How to Dress for Success
What to Wear to That All-important First Interview
It takes only seconds to make a good first impression.
But what does “good first impression” mean? In an interview, it starts with clothing.
Baby boomers and Gen-Xers understand the term Business Casual as a style of clothing that is less formal than traditional business wear but still gives a professional impression.
Unfortunately, Millenials (those born in the 1980s and 1990s) who are now graduating from a post-secondary school, are not so well versed.
I discovered this while attending committee meetings with employers. I work at a college where we meet regularly with community agencies and companies who hire our grads.
When asked what candidates were wearing at a first interview, I was appalled to learn that some students arrived in less-than-Business-Casual wear.
One candidate came to the interview in a business suit and flip-flops!
Dear Millenials, here is what employers mean when they suggest that you wear Business Casual to an interview:
No Yoga Pants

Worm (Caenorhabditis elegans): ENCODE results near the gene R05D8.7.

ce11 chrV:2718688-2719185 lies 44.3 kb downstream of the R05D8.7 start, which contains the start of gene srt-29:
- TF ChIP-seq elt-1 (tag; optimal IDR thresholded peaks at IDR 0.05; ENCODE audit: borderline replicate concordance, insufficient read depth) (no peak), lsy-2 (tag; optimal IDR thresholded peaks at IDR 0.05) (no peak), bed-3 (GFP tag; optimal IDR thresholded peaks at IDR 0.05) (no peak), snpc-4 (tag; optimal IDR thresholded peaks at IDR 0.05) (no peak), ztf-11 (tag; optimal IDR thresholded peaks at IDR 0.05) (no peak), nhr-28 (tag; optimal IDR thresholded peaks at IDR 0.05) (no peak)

Although yoga pants are uber-comfortable and the current trend for pants, it is not appropriate to sport your Lululemon’s to a first interview.
No Sleeveless Shirts
Yes, your tattoo sleeve is cool looking, but not something we want to see at the first interview. Wear a shirt with sleeves. And please, women, tuck in the girls. It’s not appropriate to showcase your bodacious bosom.
Shoes need to be sensible. Dress shoes, loafers, closed toe — something without 10-inch-heels.
When we say to “dress up” it does not mean to wear club apparel.
Yes, we know that some glasses are prescription and have the tinting feature. But if you require such eye-wear then ensure you arrive at the interview in plenty of time to let them adjust to the indoor lighting.
We do not need to see walking advertisements for Nike, Adidas or Levi. We like these brands too, but they’re not appropriate to wear at a first interview.
You are interviewing for a job, not going to the beach or a bar.
All employers remarked that it’s not necessary to wear name brands or expensive clothing, however, all clothing must be ironed!
Don’t forget that hygiene is important. Comb your hair and wear deodorant.
Don’t forget that cleanliness is important. No stains on clothes and no rips.
Don’t forget that modesty is important. No bare midriffs and crop-tops.
Keep in mind that most organizations have a Scent-free policy. Scented products such as perfume/cologne and scented deodorant can trigger health problems in others. Don’t wear it.
Now that we are settled on what to wear to that all-important first interview we now need to work on what to say. But that’s for another post.
As an employer, what experiences have you had with appropriate (or inappropriate) attire in an interview setting?